Bethnal Green trio
Amira Abase, Shamima Begum, and Kadiza Sultana (also referred to as Bethnal Green trio) are three British women who previously attended the Bethnal Green Academy in London before leaving home in February 2015 to join the Islamic State of Iraq and the Levant (ISIL). According to the Institute for Strategic Dialogue, they were amongst an estimated 550 women and girls from Western countries who had travelled to join ISIL—part of what some have called "a jihadi, girl-power subculture".
On 17 February 2015, Abase, Begum and Sultana flew via Turkish Airlines from Gatwick Airport in West Sussex to Istanbul. Their families went to Turkey in March to probe the disappearance, deeming the police investigation inadequate.
Their disappearance has been attributed to Aqsa Mahmood, a woman from Glasgow who joined ISIL in 2013. There have been electronic communications between the girls and Mahmood. Mahmood faces criminal charges if she returns. Mahmood denies the allegations.
In March 2015, footage was circulated of Abase Hussen, father of Amira Abase, at a 2012 rally led by Islamist preacher Anjem Choudary against the film Innocence of Muslims. The Metropolitan Police examined the footage but said that it was unlikely that offences had been committed. Hussen said in April that he feels ashamed of his involvement in the rally, as he did not know who had organised it.
The girls stole family jewellery to pay for their flight. At a 2015 Home Affairs Select Committee, then Metropolitan Police Commissioner Bernard Hogan-Howe stated that they would not face criminal charges if they returned to the United Kingdom.
The disappearance resulted in the Metropolitan Police giving evidence to the Home Affairs Select Committee of the House of Commons on its circumstances in March 2015. The families of the girls received an apology from Scotland Yard, who did not tell them about Sharmeena Begum, the other girl from their school who went to Syria in 2014.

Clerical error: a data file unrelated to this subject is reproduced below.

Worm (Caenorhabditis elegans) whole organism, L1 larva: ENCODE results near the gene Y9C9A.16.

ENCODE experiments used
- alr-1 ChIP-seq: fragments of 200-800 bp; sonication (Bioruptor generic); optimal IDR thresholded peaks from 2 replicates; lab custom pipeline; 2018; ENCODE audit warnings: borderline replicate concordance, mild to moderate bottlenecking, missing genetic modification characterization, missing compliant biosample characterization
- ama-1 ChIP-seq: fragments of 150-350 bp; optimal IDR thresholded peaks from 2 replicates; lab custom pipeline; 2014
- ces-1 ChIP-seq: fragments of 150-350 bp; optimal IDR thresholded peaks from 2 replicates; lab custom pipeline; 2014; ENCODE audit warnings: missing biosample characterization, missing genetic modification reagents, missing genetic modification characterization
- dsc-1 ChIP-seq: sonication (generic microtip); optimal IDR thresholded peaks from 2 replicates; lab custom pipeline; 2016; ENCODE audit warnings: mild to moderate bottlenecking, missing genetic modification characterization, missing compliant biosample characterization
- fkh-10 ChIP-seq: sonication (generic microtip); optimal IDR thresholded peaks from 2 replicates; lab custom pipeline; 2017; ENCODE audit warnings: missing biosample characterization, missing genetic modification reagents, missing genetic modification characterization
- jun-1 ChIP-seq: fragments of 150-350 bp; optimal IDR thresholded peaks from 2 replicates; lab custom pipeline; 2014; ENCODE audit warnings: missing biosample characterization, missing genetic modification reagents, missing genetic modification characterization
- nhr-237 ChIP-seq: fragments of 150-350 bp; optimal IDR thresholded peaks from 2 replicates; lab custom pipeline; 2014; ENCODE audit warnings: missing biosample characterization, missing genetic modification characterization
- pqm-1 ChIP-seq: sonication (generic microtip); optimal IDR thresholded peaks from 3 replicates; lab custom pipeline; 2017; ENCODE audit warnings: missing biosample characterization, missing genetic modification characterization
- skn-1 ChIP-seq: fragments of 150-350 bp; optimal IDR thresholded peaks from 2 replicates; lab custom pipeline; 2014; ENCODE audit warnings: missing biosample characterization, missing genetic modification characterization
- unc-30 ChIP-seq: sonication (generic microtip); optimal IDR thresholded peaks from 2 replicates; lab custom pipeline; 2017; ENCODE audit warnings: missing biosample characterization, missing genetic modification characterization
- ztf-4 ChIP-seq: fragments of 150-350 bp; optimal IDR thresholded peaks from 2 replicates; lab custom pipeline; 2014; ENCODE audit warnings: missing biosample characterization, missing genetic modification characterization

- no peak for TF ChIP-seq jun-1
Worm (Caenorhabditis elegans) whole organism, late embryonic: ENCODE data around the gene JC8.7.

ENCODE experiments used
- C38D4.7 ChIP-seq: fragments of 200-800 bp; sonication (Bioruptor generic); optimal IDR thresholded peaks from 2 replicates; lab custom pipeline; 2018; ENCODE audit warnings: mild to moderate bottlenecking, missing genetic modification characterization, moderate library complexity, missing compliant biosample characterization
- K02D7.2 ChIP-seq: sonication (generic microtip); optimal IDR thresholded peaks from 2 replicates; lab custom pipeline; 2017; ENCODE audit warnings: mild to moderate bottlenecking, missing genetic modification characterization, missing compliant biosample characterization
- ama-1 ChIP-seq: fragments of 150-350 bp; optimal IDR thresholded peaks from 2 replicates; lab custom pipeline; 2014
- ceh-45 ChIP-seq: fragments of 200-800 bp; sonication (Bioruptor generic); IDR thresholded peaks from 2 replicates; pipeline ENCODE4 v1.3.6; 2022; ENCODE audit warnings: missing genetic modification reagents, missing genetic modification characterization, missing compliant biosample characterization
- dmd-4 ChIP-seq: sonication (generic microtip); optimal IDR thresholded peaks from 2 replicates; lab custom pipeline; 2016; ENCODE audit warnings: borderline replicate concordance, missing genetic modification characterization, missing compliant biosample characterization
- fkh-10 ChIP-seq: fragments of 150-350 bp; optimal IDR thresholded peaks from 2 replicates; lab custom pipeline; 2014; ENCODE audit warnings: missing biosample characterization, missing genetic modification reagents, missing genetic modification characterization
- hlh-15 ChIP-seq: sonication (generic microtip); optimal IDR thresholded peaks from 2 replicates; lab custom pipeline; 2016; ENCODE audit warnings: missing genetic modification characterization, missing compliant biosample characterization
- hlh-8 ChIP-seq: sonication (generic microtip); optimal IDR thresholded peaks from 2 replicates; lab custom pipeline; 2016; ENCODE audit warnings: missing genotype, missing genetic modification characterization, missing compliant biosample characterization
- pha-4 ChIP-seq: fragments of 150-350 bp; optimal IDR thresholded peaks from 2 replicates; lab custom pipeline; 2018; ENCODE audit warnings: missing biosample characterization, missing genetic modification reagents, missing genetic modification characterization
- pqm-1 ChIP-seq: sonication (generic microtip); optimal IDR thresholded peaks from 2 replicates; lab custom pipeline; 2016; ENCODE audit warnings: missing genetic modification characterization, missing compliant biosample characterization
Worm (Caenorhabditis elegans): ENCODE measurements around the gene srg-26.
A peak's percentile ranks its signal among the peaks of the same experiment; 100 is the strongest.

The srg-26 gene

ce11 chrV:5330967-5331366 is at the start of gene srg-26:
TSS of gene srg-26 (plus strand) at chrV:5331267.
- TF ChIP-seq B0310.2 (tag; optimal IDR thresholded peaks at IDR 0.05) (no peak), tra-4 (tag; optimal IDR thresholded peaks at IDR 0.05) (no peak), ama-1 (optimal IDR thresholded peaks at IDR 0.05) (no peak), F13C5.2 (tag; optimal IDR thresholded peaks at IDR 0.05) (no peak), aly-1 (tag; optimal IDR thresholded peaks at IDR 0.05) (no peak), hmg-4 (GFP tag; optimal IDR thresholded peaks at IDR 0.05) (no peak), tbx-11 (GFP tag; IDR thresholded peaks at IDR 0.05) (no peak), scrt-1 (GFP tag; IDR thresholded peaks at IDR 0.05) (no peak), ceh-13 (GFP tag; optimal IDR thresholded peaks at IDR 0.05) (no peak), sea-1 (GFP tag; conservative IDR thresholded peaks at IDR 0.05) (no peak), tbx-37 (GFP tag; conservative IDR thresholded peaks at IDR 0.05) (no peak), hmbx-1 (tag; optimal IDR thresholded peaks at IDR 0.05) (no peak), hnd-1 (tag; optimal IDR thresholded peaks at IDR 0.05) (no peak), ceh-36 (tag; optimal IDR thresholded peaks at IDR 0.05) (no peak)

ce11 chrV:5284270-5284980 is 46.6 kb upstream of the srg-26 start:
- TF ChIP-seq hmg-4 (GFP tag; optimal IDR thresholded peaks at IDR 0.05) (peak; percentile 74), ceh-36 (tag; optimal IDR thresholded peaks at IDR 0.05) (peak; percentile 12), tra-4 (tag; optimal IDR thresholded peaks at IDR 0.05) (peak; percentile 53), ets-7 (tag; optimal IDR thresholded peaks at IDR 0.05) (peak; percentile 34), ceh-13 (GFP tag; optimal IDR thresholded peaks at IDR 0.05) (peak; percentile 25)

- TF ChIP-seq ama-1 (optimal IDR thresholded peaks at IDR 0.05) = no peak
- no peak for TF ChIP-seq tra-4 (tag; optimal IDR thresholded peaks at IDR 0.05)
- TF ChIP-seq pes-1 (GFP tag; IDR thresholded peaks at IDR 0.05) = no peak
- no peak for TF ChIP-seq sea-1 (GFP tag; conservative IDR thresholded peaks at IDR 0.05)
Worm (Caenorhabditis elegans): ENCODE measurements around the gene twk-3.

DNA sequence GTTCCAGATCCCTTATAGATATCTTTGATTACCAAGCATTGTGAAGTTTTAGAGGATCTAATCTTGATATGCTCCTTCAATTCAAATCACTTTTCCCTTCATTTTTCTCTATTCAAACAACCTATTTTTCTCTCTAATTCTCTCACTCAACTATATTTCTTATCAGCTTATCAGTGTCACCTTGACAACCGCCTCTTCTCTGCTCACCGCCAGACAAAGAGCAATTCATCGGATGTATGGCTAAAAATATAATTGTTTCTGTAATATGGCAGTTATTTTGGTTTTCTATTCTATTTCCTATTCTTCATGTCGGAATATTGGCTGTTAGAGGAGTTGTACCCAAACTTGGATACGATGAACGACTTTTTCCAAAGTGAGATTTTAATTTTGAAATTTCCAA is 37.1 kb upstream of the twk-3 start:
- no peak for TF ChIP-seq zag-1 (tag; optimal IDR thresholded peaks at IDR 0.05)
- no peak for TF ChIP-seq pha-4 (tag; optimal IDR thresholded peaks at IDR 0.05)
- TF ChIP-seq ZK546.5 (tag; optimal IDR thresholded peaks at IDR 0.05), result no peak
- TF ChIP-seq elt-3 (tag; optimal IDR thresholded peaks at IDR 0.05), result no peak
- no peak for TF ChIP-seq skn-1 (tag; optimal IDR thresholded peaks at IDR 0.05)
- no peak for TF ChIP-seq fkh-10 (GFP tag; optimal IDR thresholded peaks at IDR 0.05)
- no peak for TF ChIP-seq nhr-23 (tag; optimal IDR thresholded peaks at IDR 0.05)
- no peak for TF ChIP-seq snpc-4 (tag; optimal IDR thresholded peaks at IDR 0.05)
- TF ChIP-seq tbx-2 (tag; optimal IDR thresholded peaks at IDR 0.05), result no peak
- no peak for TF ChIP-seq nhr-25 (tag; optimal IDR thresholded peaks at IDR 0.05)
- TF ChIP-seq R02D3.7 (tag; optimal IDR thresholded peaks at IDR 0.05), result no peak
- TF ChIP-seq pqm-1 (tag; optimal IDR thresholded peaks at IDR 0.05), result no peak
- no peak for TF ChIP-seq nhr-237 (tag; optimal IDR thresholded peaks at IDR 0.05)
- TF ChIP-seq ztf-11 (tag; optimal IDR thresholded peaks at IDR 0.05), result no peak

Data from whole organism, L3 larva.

British Prime Minister David Cameron has said that police should not be made "scapegoats" for people joining ISIL. Contrary to the stance of the Metropolitan Police, Cameron said, "Whoever has gone out to join a terrorist organisation is breaking the law and has to face the consequences of breaking the law and we have to let the law take its course in the proper way".
In March 2015, a travel ban was imposed upon five girls from the Bethnal Green Academy due to concerns from social services that the girls attend the same school as the three who had already joined the group, stating that it was in the public interest.
Later on, Shamima Begum was reported to have married an American jihadist recruit who left her once she became pregnant.[inconsistent] Sultana was said to have married a western ISIL fighter with Somali heritage, but wanted to return to the UK after he was killed in battle. Shortly afterwards Sultana was killed in a Russian airstrike. Sultana's family in a phone interview with ITV in August 2016 said that they believed her to have died in an airstrike in May 2016 at the age of 17 while planning to escape. The lawyer who represents the family of the teenagers, Tasnime Akunjee, told ITV that she became too scared of making an escape attempt after another girl Samra Kesinovic was beaten to death for trying to escape. Abase married an 18-year-old Australian jihadist, Abdullah Elmir in July 2016 who was reported by Australian intelligence agencies to have been killed in coalition airstrikes. After the teenagers married foreign jihadists, they moved into the homes of their new husbands in ISIL's de facto capital of Raqqa.
In February 2019, The Times journalist Anthony Loyd found Begum in a Syrian refugee camp. When interviewed, Begum revealed that she was pregnant and hoped to return to the UK to raise her child, but did not regret her decision to join ISIL. In the debate that followed, the UK Home Office announced it would revoke her UK citizenship, while Bangladesh did not recognise her as a citizen.
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